CHARACTERIZATION OF A YEAST PARTIAL DE NOVO PROTEIN TO UNDERSTAND NOVEL FOLDING AND EVOLUTION

Aishan Shi , Matthew Cordes and Joanna Masel

CHARACTERIZATION OF A YEAST PARTIAL DE NOVO PROTEIN TO UNDERSTAND NOVEL FOLDING AND EVOLUTION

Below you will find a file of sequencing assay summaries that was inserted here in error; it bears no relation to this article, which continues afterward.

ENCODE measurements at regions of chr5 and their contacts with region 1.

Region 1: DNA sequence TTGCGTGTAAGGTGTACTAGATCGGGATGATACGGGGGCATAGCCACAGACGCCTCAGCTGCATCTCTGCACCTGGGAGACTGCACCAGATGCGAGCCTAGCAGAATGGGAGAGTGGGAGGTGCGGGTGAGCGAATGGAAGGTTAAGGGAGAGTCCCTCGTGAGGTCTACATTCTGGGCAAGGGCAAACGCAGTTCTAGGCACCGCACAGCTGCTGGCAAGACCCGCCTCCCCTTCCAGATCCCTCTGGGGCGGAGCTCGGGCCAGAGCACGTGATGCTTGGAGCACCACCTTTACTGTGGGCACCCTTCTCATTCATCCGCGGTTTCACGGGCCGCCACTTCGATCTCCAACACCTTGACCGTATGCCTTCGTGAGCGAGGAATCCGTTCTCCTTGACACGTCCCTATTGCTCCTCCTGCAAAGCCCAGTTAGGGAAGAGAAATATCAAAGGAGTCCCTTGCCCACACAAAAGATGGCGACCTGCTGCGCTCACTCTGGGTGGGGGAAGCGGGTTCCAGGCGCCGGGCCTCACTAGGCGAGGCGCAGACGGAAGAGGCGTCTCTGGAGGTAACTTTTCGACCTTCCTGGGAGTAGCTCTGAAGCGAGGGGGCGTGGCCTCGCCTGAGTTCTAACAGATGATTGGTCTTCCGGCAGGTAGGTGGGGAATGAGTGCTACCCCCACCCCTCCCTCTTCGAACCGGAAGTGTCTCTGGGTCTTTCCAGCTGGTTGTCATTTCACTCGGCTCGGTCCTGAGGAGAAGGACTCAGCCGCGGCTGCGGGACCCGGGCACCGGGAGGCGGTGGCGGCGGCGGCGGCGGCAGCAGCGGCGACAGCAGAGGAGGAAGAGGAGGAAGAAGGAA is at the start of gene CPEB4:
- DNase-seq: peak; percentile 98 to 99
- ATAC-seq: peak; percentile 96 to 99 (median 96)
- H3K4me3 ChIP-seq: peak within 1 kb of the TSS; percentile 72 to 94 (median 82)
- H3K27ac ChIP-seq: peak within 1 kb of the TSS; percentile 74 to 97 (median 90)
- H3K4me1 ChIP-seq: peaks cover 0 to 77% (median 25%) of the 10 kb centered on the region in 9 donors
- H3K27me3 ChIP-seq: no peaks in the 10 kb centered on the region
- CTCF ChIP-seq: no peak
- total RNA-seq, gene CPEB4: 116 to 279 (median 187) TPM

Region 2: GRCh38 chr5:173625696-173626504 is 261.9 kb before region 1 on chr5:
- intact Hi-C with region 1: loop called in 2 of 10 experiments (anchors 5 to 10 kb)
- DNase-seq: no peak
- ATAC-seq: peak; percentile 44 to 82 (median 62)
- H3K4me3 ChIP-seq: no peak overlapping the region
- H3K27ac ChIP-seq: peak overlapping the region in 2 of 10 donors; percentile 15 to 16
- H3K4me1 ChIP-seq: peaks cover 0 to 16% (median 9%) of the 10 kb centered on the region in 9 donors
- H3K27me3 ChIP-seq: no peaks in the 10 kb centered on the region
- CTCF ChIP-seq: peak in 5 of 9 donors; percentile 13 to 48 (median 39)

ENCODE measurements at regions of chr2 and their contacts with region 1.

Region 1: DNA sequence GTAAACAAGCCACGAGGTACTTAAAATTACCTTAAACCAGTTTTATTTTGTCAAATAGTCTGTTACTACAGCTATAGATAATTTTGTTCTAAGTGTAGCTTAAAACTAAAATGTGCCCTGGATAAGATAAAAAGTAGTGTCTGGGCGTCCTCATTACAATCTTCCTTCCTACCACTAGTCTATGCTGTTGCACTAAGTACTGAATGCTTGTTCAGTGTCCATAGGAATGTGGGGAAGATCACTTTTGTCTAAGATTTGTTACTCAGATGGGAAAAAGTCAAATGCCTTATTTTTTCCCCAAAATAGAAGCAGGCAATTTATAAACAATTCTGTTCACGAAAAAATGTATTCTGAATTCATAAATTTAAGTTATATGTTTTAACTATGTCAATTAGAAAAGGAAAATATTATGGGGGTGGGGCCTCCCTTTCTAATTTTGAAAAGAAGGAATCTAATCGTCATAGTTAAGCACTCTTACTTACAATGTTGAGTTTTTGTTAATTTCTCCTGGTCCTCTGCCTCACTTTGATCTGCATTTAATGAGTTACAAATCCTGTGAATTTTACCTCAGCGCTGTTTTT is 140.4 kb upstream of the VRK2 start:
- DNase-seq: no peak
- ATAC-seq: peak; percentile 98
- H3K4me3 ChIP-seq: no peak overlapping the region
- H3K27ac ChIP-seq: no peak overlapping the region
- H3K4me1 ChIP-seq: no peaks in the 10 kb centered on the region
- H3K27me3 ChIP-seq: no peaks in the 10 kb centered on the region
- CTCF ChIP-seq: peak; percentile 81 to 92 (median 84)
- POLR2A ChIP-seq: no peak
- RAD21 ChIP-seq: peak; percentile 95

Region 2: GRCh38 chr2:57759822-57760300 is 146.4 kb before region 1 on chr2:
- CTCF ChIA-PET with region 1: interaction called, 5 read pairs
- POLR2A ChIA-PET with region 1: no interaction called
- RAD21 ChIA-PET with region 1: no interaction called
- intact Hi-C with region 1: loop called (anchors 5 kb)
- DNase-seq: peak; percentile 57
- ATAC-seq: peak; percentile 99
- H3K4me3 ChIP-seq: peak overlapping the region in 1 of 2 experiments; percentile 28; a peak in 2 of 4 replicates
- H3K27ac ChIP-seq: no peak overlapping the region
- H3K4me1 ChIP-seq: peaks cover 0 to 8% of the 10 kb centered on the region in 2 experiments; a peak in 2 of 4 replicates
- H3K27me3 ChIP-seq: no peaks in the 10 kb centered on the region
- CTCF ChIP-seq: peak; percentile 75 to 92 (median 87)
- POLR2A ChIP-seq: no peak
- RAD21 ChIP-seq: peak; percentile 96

The prevailing model for gene evolution is that new genes derive from old genes by speciation or duplication. Recently however, a large number of complete de novo genes or gene extensions have been discover that evolved from noncoding DNA. YNRO34W-A is a yeast gene that has two alleles of differing length. The longer sequence results form a frameshift mutation that both alters 33 of 98 amino acids in the shorter sequence, and also extends the sequence by 26 residues. This project aims to understand whether this radical mutation leads to the formation of novel folded structure. We obtained an expression vector for an N-terminally histidine-tagged version of the short allele from the DNASU repository. For the long allele, we obtained a commercially synthesized, codon-optimized version of the gene. Both proteins showed significant expression in E. coli bacteria and could be purified by denaturing nickel affinity chromatography. Dialysis into native buffer led to a high degree of precipitation for the longer allele, hindering efforts to compare its structure to that of the short allele by circular dichroism.  This precipitation may result from misfolding and/or a highly aggregation prone region in the C-terminal extension of the long allele. Efforts are currently underway to purify the proteins by native methods as an alternative. This research is funded by the Arnold and Mabel Beckman Foundation and NIH (grant #313220).

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